US2681222A - Weighing mechanism - Google Patents

Weighing mechanism Download PDF

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US2681222A
US2681222A US180620A US18062050A US2681222A US 2681222 A US2681222 A US 2681222A US 180620 A US180620 A US 180620A US 18062050 A US18062050 A US 18062050A US 2681222 A US2681222 A US 2681222A
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load
spring
counterweights
weight
arm
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Stelzer William
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Stelzer William
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    • GPHYSICS
    • G01MEASURING; TESTING
    • G01GWEIGHING
    • G01G3/00Weighing apparatus characterised by the use of elastically-deformable members, e.g. spring balances
    • G01G3/02Weighing apparatus characterised by the use of elastically-deformable members, e.g. spring balances wherein the weighing element is in the form of a helical spring
    • GPHYSICS
    • G01MEASURING; TESTING
    • G01GWEIGHING
    • G01G3/00Weighing apparatus characterised by the use of elastically-deformable members, e.g. spring balances
    • G01G3/08Weighing apparatus characterised by the use of elastically-deformable members, e.g. spring balances wherein the weighing element is in the form of a leaf spring

Description

June 15, 1954 w. STELZER 2,681,222

WEIGHING MECHANISM Filed Aug. 21, 1950 4 Sheets-Sheet l IN V EN TOR.

June 1954 w. STELZER WEIGHING MECHANISM 4 Sheets-Sheet 2 Filed Aug. 21, 1950 IN V EN TOR.

June 15, 1954 w STELZER 2,681,222

WEIGHING MECHANISM Filed Aug. 21 19 3 4 Sheets-Sheet 5 o UNDER.

: oven. -71

INVENTOR. m

J1me 1954 w. STELZER WEIGHING MECHANISM 4 Sheets-Sheet 4 Filed Aug. 21. 1950 INVENTOR.

Patented June 15, 1954 UNITED STATES PATENT OFFICE WEIGHING MECHANISM William Stelzer, Summit, N. J. Application August 21, 1950, Serial No. 180,620

6 Claims. 1

The invention relates to weighing mechanisms and more particularly to a diiierential weighing mechanism preferably using springs as a resistant for opposing the load, the latter being complemented with counterweights so that the sum of the load and the counterweights is balanced against the resistant.

Two chief groups of weighing mechanisms as known at present may be recognized, viz: the beam scale and the spring scale, the beam scale employing some form of pivoted lever or cam to reverse the gravitational force of a known weight to oppose the weight of a load. The disadvantage of the beam scale is that the pivots of the lever or cam produce friction and thus affect the accuracy of the scale. Furthermore, the distances between the pivots, or the lever ratio, must be held very accurately. These are faults that are particularly apparent in beam scales of small size, which explains the fact that no small but accurate beam scales are manufactured. Spring scales have the disadvantage of requiring a spring of known force and known rate, whereas mass produced springs vary considerably, so that such scales are usually very inaccurate. In my invention frictional pivots, or at least those of the load carrying type, can be eliminated. While springs are employed as a resistant, they do not need to be accurate, and the accuracy of the weighing device is nearly the same as the accuracy of the weights. Furthermore the device does not have to be on a level surface to give an accurate reading.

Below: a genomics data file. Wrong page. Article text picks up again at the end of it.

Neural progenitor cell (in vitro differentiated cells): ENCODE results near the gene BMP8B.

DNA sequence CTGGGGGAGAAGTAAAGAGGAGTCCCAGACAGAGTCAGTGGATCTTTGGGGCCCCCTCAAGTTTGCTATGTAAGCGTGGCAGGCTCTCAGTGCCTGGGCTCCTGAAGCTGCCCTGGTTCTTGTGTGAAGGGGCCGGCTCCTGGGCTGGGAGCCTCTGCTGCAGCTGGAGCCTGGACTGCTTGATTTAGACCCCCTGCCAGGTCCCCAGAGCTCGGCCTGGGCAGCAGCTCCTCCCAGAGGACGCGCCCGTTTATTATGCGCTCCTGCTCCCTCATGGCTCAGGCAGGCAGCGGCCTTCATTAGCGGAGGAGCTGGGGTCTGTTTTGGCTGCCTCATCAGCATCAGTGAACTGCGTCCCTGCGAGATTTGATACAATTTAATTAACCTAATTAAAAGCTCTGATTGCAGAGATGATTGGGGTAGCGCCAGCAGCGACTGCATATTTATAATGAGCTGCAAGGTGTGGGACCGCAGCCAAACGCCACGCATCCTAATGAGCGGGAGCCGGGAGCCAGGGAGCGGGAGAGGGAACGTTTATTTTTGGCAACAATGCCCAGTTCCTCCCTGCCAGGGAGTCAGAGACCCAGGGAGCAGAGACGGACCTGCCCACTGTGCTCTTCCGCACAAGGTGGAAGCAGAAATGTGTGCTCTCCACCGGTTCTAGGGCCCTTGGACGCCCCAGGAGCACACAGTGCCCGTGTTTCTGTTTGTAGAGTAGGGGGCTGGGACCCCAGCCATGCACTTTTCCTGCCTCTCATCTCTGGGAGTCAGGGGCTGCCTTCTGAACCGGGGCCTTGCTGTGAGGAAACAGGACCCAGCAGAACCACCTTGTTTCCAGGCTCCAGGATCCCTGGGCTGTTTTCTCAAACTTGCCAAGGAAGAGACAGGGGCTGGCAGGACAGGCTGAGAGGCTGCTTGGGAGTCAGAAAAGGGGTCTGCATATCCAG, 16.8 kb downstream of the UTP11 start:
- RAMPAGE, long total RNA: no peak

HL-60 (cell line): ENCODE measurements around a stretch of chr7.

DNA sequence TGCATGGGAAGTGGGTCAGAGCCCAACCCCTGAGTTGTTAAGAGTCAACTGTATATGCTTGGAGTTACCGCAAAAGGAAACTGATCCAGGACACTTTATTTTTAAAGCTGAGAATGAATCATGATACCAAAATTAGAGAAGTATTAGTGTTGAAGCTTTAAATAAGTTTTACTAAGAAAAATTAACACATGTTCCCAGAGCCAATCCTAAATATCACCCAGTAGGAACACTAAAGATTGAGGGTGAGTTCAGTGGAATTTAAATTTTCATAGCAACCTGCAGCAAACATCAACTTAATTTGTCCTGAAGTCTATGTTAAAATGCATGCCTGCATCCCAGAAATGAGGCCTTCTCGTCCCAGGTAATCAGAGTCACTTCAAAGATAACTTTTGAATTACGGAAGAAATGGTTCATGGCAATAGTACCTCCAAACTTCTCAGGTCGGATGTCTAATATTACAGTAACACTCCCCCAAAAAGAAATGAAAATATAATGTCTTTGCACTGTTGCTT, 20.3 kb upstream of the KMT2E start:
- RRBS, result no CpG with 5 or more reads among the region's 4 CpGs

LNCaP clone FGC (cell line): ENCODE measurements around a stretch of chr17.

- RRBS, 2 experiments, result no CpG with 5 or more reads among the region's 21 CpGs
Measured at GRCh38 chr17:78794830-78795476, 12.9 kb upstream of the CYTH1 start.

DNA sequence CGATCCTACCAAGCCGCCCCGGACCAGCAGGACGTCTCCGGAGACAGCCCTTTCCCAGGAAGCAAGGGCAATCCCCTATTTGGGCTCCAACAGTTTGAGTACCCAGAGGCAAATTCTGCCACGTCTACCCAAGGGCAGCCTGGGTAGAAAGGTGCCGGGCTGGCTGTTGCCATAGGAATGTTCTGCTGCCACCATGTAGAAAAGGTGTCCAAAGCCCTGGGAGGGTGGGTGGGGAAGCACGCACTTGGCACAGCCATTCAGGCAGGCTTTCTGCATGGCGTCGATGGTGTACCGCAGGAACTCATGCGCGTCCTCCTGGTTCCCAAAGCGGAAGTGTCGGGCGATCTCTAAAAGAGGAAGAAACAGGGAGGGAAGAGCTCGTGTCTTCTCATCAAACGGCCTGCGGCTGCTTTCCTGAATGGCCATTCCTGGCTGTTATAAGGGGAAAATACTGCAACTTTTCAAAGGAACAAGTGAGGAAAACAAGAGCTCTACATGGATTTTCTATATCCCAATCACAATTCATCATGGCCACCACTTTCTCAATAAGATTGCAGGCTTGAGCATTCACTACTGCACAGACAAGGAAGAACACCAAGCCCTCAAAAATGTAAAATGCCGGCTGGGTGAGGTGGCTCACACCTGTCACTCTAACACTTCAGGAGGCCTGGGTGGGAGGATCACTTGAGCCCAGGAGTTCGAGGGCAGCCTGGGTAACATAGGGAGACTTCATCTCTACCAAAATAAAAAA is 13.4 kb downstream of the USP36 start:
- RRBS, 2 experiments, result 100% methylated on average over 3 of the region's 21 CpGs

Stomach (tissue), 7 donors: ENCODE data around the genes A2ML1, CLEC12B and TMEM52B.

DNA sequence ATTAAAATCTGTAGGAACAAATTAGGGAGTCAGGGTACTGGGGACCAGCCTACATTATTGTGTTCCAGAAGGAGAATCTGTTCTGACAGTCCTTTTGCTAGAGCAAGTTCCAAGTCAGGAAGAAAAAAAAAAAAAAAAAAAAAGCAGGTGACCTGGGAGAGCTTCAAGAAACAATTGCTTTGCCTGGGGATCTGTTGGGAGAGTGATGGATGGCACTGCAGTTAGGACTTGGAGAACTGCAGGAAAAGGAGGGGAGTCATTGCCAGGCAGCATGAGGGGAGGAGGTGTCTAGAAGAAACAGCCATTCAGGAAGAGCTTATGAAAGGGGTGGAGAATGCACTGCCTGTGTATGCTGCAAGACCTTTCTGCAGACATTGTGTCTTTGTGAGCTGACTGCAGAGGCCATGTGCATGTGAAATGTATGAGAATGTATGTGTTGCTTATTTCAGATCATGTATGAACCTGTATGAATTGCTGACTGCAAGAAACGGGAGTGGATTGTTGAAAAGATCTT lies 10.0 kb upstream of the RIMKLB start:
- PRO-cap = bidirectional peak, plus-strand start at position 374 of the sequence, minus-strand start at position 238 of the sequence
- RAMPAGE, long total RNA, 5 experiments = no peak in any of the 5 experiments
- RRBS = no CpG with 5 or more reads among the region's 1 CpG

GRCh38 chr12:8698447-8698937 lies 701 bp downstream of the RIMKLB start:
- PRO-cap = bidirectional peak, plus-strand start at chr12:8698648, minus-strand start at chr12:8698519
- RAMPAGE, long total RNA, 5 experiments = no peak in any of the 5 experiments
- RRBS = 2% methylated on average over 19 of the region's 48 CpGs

The main object, as well as the principle of the invention is to supplement the load to be weighed with coinplemental or counterweights, the sum representing a constant static load, to balance this constant static load against a known constant force such as produced by a resilient member, and to provide indicating means to show when a balance is obtained.

Another object of the invention is to produce a novel weighing device using known weights, but instead of employing a beam or other pivoted lever means for reversing the gravitational force of the weight, to accomplish this with springs or other resilient means. Contrary to using a graduated dial of the entire range as in present spring scales, the novel invention provides an indicator pointing to an index line and allows only a slight deviation above or below the line to approximately indicate a fraction between the weight units, the principle being to indicate a balanced condition Where the sum of the load and the counterweights is constant.